Solution # 1 : To solve this problem, it took them one decade and $12 million. They developed a pen that worked at zero gravity, upside down, underwater, in practically any surface including crystal and in a temperature range from below freezing to over 300 degrees C.

Solution # 2 : And what did the Russians do…?? They used a pencil.

Case # 2 : One of the most memorable case studies on Japanese management was the case of the empty soapbox, which happened in one of Japan ‘s biggest cosmetics companies. The company received a complaint that a consumer had bought a soapbox that was empty.

Immediately the authorities isolated the problem to the assembly Line, which transported all the packaged boxes of soap to the delivery department. For some reason, one soapbox went through the assembly line empty. Management asked its engineers to solve the problem.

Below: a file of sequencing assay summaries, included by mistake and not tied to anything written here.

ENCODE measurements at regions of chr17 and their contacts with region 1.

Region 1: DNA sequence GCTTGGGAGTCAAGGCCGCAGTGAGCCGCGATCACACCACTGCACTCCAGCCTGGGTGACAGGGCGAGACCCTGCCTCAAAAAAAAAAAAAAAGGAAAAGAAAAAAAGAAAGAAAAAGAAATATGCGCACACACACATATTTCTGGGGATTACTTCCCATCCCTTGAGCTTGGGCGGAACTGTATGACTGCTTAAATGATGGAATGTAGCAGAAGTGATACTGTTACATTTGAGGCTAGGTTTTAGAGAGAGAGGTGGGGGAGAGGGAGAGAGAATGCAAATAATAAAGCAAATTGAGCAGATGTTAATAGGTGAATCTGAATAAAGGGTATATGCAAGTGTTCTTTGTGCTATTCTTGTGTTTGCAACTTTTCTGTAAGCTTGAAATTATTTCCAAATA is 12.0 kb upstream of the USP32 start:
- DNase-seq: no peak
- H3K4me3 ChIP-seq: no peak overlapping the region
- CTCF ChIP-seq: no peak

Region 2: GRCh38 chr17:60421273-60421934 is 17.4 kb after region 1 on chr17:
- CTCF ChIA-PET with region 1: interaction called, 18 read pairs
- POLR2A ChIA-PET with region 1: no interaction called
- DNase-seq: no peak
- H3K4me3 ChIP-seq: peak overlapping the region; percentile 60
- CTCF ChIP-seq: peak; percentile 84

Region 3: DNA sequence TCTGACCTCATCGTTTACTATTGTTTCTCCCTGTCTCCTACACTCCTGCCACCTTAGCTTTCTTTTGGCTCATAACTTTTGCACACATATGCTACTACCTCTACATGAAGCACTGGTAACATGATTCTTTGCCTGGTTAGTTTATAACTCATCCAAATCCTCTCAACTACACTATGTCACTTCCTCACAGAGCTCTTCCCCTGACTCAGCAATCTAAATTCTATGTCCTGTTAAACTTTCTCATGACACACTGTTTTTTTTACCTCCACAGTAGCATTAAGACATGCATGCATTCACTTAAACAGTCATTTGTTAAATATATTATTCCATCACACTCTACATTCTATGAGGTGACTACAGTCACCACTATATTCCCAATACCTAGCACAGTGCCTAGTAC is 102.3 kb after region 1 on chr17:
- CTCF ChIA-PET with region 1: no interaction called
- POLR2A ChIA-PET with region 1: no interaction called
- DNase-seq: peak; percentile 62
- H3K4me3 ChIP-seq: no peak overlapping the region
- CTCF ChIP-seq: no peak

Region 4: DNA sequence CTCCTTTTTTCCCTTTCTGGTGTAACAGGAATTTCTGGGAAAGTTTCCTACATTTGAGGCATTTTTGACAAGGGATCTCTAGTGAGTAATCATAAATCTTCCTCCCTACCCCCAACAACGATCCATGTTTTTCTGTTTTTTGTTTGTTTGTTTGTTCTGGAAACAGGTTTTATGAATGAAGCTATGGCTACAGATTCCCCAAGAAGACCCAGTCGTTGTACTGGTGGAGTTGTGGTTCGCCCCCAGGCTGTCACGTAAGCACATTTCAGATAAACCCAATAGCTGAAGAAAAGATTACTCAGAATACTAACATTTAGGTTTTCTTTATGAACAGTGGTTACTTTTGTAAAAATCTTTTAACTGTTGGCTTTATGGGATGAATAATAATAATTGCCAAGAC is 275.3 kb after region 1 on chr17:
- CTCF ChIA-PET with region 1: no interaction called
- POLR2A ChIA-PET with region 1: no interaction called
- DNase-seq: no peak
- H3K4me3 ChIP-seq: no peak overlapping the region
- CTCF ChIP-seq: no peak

Solution # 1 : Post-haste, the engineers worked hard to devise an X-ray machine with high-resolution monitors manned by two people to watch all  the soapboxes that passed through the line to make sure they were not empty. No doubt, they worked hard and they worked fast but they spent whoopee amount to do so.

Solution # 2 : But when a rank-and-file employee in a small company was posed with the same problem, he did not get into complications of X-rays, etc., but instead came out with another solution. He bought a strong industrial electric fan and pointed it at the assembly line. He switched the fan on, and as each soapbox passed the fan, it simply blew the empty boxes out of the line.

Moral

Always look for simple solutions

Devise the simplest possible solution that solves the problems

Always focus on solutions and not on problems

“If you look at what you do not have in life, you don’t have anything. If you look at what you have in life, you have everything” 

Posted in: Focus on Solutions, Motivational